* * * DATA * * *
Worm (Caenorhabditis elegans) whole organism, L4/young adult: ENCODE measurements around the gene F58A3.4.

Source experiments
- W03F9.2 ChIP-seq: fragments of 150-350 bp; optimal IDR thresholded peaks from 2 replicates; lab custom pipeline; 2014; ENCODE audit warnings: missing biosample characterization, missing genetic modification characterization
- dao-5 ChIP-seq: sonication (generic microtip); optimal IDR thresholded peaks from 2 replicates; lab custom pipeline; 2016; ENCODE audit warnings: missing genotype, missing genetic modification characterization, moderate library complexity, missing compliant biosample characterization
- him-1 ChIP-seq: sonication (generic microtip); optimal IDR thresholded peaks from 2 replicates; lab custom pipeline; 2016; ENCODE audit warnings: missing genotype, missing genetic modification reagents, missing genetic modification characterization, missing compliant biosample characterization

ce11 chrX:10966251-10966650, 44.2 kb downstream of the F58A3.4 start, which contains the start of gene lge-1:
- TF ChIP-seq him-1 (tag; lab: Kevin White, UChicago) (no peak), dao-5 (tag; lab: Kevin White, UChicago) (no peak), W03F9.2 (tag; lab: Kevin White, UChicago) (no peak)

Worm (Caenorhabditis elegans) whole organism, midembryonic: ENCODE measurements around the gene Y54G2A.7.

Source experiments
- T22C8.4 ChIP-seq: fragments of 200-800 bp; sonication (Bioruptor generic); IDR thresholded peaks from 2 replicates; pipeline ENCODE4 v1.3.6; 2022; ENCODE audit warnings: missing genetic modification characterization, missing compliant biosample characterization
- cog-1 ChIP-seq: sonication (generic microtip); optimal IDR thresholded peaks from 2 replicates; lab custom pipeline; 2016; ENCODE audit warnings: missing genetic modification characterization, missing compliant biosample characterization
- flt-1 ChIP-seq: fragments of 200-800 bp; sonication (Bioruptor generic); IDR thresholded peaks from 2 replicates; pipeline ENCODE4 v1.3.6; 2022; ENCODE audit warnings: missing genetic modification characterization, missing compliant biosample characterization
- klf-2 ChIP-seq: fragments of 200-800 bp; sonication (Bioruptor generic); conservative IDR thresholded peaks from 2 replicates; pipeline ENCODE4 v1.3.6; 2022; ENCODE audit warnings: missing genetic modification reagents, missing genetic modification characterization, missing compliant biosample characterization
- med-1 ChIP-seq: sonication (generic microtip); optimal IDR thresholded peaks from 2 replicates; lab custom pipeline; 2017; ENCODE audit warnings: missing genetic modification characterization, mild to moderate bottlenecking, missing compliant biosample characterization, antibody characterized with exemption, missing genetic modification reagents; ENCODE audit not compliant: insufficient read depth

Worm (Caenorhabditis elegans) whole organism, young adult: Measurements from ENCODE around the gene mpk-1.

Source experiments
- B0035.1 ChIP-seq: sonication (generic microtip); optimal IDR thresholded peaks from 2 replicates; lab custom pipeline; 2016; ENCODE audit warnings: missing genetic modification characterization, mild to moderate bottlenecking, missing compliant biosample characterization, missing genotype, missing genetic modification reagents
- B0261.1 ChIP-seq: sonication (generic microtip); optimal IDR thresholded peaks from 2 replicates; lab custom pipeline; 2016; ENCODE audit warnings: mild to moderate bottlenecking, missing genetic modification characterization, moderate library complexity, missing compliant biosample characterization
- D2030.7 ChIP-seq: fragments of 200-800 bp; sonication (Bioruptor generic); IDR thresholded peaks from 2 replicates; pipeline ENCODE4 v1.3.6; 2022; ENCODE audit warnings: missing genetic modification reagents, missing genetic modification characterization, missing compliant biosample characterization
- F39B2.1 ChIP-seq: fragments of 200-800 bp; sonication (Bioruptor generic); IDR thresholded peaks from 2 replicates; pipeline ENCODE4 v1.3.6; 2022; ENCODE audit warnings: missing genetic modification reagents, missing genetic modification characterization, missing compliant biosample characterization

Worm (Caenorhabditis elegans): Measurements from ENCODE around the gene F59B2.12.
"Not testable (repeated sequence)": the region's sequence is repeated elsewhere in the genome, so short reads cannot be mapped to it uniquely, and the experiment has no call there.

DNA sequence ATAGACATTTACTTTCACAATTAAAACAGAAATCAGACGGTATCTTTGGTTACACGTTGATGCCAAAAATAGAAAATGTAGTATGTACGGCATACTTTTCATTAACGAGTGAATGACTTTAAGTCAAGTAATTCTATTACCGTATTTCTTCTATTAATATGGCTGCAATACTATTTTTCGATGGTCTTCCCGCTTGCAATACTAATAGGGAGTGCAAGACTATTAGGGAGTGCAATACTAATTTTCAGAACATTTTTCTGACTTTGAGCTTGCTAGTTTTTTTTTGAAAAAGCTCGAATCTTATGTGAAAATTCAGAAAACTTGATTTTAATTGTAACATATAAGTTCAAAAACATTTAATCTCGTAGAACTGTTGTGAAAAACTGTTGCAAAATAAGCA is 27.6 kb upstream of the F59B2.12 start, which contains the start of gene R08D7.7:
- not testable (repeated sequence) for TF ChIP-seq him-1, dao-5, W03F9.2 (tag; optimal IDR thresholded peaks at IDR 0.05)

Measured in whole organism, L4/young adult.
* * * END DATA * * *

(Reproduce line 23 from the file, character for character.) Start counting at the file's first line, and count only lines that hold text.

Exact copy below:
DNA sequence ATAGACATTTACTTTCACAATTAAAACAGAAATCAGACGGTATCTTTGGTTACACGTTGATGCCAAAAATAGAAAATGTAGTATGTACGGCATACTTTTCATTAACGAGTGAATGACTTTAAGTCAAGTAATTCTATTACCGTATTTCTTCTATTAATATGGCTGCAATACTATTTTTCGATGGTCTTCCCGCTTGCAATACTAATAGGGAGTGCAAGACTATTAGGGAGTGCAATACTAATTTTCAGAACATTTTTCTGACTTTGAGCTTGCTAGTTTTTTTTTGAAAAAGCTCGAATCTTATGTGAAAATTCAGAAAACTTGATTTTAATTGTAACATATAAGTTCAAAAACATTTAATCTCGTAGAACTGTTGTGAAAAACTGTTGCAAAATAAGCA is 27.6 kb upstream of the F59B2.12 start, which contains the start of gene R08D7.7: